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How Europe can find its feet again

Now in its longest recession since World War II, Europe is the world economy's weakest link. But as it achieves financial stability, it must now focus on structural overhaul to spur innovation and worker retraining.

A worker taps a blast furnace in Duisburg at Europe's largest steel factory, part of Germany's industrial conglomerate ThyssenKrupp AG.


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In recent surveys on both sides of the Atlantic, top business executives gave a similar forecast: Europe and the United States are both losing their competitive edge. Of the two economies – which are the largest in the world – Europe is struggling the most to restore its edge.

It’s a struggle the rest of the world cannot ignore.

The Continent is dealing with its longest recession since World War II. Many of its major economies are shrinking, even France. Germany, despite past reforms, had only 0.1 percent growth last quarter, revealing just how much it relies on its neighbors.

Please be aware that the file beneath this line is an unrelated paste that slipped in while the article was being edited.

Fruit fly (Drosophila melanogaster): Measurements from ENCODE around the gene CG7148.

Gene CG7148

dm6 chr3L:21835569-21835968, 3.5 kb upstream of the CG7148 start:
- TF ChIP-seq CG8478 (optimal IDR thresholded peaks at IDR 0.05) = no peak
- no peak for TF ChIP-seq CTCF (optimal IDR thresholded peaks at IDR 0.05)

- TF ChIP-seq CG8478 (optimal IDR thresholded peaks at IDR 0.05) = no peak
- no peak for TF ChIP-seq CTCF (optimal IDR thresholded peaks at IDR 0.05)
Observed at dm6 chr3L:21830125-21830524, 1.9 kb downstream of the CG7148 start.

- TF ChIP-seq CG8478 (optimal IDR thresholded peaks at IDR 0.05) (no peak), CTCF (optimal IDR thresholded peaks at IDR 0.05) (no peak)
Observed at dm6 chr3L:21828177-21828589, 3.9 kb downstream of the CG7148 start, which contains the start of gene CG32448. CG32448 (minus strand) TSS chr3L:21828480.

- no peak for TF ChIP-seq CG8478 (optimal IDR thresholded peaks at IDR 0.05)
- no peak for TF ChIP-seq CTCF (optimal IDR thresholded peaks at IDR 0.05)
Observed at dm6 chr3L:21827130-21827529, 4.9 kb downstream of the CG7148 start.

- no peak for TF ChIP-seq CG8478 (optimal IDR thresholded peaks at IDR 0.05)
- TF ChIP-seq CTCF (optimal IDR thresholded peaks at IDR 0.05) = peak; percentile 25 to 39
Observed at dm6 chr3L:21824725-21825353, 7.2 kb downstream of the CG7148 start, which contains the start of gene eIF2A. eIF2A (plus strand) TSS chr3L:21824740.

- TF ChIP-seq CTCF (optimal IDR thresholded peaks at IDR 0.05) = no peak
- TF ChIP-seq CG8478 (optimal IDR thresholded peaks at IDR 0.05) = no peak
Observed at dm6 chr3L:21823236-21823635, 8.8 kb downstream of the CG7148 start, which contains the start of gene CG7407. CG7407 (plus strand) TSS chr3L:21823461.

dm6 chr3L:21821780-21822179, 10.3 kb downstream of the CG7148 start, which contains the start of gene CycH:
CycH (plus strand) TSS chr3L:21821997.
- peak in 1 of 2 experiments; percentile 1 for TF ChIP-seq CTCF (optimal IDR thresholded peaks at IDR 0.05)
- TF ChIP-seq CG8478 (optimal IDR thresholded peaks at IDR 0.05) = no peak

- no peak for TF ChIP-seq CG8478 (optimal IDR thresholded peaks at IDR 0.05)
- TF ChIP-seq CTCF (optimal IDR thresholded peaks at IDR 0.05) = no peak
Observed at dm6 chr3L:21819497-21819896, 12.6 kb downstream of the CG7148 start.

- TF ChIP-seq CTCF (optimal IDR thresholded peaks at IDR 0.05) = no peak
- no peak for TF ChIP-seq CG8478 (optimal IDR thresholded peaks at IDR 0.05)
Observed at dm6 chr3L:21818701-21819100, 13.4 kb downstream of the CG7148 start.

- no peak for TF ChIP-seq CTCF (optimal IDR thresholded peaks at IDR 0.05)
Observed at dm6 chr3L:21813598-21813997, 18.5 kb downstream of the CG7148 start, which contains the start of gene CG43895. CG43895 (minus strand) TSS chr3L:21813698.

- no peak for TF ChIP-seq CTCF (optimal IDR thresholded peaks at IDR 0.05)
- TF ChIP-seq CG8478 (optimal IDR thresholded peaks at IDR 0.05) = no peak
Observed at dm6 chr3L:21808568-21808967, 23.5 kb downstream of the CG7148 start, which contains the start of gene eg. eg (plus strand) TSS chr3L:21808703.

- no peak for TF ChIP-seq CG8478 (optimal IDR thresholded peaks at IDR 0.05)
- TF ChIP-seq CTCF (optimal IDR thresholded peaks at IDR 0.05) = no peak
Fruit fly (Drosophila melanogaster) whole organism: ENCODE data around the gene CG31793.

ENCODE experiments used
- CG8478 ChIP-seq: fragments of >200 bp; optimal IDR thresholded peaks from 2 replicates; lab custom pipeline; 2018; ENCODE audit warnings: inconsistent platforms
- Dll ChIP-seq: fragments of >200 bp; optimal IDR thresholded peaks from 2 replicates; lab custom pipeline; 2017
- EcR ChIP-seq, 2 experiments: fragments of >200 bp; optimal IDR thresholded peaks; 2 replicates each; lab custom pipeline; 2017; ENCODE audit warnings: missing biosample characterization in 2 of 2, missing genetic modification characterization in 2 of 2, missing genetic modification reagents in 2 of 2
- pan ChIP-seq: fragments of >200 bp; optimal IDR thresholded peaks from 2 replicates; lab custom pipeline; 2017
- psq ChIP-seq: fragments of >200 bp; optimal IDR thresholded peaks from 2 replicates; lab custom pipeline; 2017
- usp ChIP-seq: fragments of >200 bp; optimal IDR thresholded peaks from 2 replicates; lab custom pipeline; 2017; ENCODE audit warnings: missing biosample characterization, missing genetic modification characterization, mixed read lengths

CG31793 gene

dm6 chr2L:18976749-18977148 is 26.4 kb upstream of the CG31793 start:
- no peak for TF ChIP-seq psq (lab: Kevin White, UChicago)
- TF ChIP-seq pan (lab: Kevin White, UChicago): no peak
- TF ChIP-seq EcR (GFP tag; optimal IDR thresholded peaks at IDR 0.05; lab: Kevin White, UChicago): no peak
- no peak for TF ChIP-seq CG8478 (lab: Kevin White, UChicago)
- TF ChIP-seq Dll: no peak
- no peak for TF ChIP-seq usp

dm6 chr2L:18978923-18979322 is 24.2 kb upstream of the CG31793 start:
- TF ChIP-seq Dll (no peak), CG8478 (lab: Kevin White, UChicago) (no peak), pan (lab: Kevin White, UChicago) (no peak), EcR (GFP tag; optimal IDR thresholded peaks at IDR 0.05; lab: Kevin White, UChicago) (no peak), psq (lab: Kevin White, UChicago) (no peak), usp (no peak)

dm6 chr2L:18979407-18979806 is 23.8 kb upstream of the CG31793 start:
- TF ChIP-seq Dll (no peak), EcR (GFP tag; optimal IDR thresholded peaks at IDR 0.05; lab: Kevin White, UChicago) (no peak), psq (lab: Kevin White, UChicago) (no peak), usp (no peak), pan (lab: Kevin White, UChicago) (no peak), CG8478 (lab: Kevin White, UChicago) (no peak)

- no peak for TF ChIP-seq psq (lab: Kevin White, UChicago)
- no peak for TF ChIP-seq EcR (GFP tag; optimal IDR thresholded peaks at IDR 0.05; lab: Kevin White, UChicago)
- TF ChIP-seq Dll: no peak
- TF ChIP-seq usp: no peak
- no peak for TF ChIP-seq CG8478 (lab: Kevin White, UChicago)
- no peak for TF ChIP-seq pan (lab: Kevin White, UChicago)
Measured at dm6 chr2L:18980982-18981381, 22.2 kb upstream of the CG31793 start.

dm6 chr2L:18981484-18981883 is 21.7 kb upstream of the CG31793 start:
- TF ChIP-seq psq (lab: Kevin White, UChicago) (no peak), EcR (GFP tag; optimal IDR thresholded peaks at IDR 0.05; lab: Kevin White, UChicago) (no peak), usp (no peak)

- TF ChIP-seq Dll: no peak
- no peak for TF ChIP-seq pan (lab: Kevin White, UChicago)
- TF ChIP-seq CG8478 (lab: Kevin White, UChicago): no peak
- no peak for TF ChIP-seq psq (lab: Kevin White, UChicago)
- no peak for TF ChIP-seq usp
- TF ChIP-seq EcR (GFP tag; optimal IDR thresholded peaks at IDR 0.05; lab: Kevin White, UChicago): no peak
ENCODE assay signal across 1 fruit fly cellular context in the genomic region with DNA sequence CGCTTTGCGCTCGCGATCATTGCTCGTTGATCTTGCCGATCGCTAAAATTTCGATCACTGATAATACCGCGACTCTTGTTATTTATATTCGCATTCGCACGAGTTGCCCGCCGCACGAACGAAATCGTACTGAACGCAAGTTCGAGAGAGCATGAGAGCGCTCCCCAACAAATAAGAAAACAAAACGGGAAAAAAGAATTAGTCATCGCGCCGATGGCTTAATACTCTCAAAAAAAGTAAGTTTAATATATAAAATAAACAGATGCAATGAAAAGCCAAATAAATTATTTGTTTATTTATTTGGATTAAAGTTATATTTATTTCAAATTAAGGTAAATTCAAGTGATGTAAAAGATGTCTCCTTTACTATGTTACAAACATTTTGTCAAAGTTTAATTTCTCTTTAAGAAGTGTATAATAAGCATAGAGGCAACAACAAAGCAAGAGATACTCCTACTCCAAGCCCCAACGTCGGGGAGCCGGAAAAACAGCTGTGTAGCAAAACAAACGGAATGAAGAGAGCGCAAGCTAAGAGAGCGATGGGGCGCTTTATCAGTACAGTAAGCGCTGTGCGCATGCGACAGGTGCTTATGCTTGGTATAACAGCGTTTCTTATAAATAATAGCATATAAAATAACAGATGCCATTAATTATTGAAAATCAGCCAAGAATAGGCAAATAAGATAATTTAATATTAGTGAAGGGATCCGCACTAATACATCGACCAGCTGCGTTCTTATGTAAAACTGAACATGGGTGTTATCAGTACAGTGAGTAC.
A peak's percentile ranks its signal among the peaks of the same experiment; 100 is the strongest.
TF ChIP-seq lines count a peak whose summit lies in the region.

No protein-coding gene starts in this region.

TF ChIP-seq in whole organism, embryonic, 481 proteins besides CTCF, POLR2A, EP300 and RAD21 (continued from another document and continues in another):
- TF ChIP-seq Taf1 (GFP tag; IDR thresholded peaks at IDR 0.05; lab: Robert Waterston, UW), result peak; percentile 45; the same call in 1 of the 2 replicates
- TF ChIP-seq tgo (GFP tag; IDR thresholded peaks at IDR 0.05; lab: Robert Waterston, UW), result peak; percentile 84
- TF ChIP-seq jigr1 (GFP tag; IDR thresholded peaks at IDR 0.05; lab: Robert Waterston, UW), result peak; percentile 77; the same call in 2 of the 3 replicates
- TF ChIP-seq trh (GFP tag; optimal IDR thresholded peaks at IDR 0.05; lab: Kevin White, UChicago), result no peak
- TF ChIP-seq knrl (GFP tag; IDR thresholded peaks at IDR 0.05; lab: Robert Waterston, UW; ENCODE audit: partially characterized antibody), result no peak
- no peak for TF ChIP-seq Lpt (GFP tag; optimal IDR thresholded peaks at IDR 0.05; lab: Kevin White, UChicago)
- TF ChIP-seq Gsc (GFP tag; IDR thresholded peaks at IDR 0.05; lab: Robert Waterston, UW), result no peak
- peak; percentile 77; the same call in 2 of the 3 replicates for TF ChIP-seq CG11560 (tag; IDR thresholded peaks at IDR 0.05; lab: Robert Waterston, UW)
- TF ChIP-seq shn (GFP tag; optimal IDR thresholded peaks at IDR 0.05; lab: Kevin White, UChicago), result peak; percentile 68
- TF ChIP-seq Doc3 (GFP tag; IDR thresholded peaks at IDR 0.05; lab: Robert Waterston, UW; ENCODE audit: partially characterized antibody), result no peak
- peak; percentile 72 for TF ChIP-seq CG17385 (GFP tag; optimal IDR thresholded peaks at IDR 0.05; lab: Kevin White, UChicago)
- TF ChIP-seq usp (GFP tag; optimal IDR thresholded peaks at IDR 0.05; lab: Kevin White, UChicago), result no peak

The European economy still commands a fifth of the global economy, but it is now its weakest link. Japan and the US are sporting a growth rate of more than 2 percent. Unless Europe can retool its workers, liberate its entrepreneurs, and finance its small businesses, China will reach or pull ahead of it in innovation by 2023, say a majority of European business leaders in a survey done by Accenture consultancy.

While European leaders have been able to stabilize financial markets and start to whittle down government deficits, the hard work of structural reform is still in progress. France, for example, just passed a measure that allows employers more leeway to lay off unneeded employees and encourage worker mobility.

“Just because there is zero growth across Europe doesn’t mean there are not segments of good growth within that,” stated Mark Spelman, strategy chief at Accenture.


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